Saturday, June 07, 2008

A few things I have learned while teaching my own children at home.

What have I learned from over ten years of teaching my own children at home? I have learned with each child that many of the educational materials out there are a waste of money, children can learn without a “qualified” teacher, and that children need a reason to learn.

I wonder how many children associate the first day of school with a big brown delivery truck. My six year old son’s school year began when the UPS man dropped off his school books. For me it was like Christmas but I don’t think all of my children shared my enthusiasm.

I wasn’t sure if my son would be in kindergarten or in first grade this year so I ordered materials for both levels. He picked up the kindergarten math workbook, flipped through it, and said, “This is too easy!” He had learned basic math skills by just living with competent counters. We made a point to count out loud and to verbalize our thought processes as to instruct. He ran off with the 1st grade math workbook and completed the first twenty lessons on his first day of school! “I’m in first grade like eleven year olds” he told his big sister.

He wanted to “do school” even on the week ends. I found myself saying things like, “No more school!” or “No school if you don’t eat all of your dinner!”

I witnessed the same thing when my now 15 year old was about five years old and ready for kindergarten. UPS was on strike that year and our materials were late. By the time the school books finally arrived my son had learned how to read on his own. What a waste of money! If I knew that a child could learn to read by playing around with refrigerator magnets I wouldn’t have invested what little money we had in expensive instructional materials.

Like his little brother, he ran off with his math workbook and completed the first 20-30 lessons on his first day of school. He finished his whole kindergarten math workbook before Christmas and had learned to read on his own. I didn’t even get a chance to “teach” him.

I think one of the things that helped my son excel in math was that his favorite computer game, Math Blaster, required that he work several math problems quickly so that he could save the world from enemy invaders. If that's not a reason to learn I don't know what is. Armed with an abacus and the ability to count to twenty, he spent much of his day solving math problems.

My daughter had a similar reason to learn to read. Her favorite computer game, Roller Coaster Tycoon, required her to read the messages that were flashing on the screen. She knew that in order to please her park guests she would have to read those messages.

She taught herself how to read without the aid of instructional school-like materials. She had this wonderful Leap Pad alphabet desk that would say any three letter word that she entered. She figured out how to get this toy to help her read Dr. Seuss books.

I didn't know that she was able to read until I caught her reading a book to one of her beanie babies. She acted embarrassed when I caught her. I don't know why. I guess she hadn't perfected her reading ability and she wasn't ready to share it with the world.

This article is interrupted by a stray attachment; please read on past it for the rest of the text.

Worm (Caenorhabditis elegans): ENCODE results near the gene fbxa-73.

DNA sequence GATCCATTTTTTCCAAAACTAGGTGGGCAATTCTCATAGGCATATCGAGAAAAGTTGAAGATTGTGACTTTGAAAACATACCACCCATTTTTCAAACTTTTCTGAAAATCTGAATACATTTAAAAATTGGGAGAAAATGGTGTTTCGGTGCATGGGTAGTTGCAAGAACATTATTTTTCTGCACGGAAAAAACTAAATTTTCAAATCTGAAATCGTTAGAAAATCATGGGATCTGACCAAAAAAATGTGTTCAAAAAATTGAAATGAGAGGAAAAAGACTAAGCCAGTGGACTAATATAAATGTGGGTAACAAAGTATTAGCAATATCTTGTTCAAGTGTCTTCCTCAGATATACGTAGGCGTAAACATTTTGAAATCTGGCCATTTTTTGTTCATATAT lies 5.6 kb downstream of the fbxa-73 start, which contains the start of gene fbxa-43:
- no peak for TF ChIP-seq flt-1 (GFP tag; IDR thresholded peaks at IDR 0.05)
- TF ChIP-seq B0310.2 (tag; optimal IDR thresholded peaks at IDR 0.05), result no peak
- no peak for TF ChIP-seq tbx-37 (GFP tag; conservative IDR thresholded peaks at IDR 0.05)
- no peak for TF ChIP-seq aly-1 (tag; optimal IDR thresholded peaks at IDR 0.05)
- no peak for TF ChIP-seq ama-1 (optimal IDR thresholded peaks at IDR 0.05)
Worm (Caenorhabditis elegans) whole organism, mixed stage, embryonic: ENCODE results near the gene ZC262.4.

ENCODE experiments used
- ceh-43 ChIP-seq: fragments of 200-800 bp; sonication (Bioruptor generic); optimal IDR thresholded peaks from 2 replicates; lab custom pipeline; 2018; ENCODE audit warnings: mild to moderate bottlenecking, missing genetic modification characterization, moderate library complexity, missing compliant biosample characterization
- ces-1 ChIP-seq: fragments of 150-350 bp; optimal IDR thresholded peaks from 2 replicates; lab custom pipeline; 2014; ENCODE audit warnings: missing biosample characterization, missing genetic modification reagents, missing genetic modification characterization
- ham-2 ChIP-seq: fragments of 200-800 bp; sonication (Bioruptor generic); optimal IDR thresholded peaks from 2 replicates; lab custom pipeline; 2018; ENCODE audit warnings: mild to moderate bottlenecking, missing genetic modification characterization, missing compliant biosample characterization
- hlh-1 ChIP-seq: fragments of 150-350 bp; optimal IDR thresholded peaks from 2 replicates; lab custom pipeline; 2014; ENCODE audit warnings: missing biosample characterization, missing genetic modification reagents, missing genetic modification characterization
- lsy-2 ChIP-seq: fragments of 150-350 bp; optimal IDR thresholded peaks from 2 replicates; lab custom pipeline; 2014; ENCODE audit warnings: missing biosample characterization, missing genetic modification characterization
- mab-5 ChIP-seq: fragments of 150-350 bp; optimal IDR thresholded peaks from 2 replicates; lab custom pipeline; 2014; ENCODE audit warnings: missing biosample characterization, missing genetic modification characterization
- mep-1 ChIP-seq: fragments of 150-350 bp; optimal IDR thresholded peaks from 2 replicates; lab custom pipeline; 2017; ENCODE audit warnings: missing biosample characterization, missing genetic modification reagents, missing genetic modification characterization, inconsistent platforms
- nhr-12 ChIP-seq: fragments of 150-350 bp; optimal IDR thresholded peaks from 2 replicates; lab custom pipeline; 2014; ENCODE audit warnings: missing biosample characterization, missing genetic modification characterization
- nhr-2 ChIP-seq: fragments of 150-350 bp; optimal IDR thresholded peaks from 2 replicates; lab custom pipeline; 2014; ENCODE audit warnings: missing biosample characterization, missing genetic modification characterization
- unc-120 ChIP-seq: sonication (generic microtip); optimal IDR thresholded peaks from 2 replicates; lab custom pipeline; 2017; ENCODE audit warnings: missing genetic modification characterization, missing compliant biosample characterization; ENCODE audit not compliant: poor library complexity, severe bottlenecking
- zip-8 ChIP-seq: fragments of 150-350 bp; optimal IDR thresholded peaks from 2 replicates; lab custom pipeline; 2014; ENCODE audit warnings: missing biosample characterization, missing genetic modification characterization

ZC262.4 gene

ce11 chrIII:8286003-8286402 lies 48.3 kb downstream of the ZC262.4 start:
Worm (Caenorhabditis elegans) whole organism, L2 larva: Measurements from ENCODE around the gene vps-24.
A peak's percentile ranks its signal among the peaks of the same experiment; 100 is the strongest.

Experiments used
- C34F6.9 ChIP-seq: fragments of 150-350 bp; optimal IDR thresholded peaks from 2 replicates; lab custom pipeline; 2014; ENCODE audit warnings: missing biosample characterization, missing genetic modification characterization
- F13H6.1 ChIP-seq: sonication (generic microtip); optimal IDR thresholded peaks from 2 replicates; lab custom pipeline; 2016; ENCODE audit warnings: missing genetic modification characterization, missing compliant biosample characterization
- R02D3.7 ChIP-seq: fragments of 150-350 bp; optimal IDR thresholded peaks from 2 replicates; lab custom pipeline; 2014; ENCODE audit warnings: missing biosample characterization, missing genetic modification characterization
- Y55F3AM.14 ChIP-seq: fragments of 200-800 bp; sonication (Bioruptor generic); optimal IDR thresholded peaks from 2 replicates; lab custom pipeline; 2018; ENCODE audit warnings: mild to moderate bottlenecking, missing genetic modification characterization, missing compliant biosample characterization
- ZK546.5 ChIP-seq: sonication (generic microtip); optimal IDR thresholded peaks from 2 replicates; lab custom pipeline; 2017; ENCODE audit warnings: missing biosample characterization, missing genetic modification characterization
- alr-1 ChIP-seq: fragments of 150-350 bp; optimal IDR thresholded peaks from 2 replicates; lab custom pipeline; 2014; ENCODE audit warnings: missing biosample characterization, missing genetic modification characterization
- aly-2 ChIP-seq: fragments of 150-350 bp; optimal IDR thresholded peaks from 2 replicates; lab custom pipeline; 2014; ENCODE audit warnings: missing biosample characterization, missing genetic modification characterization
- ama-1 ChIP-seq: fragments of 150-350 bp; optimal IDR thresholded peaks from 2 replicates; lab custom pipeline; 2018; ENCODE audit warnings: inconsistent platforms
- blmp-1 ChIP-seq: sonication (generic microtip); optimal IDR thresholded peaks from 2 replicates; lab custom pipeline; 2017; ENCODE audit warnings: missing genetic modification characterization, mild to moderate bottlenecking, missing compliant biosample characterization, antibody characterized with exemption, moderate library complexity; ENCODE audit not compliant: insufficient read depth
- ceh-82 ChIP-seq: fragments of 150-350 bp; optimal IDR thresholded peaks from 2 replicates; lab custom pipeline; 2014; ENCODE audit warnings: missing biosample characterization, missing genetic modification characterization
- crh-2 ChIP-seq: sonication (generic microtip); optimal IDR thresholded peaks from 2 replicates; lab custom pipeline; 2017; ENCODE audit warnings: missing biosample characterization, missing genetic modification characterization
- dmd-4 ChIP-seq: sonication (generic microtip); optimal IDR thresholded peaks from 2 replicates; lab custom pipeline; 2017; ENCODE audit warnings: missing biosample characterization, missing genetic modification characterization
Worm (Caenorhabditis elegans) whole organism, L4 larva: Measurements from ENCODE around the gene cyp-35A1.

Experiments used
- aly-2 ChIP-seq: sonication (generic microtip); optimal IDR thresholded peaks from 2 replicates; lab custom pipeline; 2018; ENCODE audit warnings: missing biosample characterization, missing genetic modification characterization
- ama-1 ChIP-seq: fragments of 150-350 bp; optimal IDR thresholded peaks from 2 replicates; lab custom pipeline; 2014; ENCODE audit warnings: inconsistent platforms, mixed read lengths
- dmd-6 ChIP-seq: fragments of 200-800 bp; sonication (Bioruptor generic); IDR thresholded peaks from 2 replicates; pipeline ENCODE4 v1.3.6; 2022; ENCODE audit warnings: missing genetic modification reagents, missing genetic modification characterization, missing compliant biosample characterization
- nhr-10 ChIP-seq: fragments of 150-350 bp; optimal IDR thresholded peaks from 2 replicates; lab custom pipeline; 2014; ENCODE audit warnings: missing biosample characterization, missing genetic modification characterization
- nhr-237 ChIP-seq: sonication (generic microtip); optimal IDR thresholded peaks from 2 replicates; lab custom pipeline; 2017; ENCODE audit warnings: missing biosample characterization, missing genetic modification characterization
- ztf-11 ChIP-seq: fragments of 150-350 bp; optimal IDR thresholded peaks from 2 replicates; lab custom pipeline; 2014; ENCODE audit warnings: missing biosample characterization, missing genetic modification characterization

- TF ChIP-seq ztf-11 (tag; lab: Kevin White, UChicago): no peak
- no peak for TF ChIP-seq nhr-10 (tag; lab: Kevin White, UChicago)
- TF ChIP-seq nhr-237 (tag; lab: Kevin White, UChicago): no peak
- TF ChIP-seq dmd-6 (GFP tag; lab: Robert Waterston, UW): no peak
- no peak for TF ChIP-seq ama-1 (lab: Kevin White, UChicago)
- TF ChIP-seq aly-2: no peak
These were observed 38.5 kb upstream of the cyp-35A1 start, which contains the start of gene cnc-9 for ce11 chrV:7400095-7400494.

She figured out the concept of multiplication by organizing and grouping her beanie babies. She taught herself many basic math concepts during play time. I wrote about it at the time.

It would be a big confidence boost to be able to say that I was a wonderful teacher. More important than a good teacher are good learners who have a reason to learn! More important than a "qualified" teacher is an atmosphere conducive to learning, a reason to learn, and freedom to play.

If I wouldn’t have allowed my children the freedom to play most of the day I don’t think they would have had the time to use an abacus to solve math problems to save the world, cuddle up on the couch and demand that mom read ten books, figure out how to make their toys help them read words, or learn mathematical concepts while playing with their beanie babies. If I would have made my children sit in a desk and do school would they have learned as much? Would they have learned to read naturally and with ease?

A loving and educationally rich atmosphere or environment can be more important than a "qualified" teacher. I know that because I can’t say I’m a “qualified” teacher, yet my children still learn.

Did I mention that my daughter would be considered a "late" reader? I had read enough research to know that children don't need to learn to read at such an early age. That is the only reason that I can say that teaching her how to read was not a struggle - I waited until she needed a reason to read and saw the value in it. I had to tell myself "Just so she can read by the time she takes her SATs." And she did. ;)

1 comment:

John said...

I love your comment about using refrigerator magnets to read Dr. Seuss. We have the LeapFrog three-letter magnet device and I immediately went down and worked with my daughter on the device as we're trying to get her reading before kindergarten to have a head start. She LOVES books and I know it's only a matter of discovering the right method (Daddy asking to do so while we're reading doesn't appear to be working) so hopefully this will work. Thanks.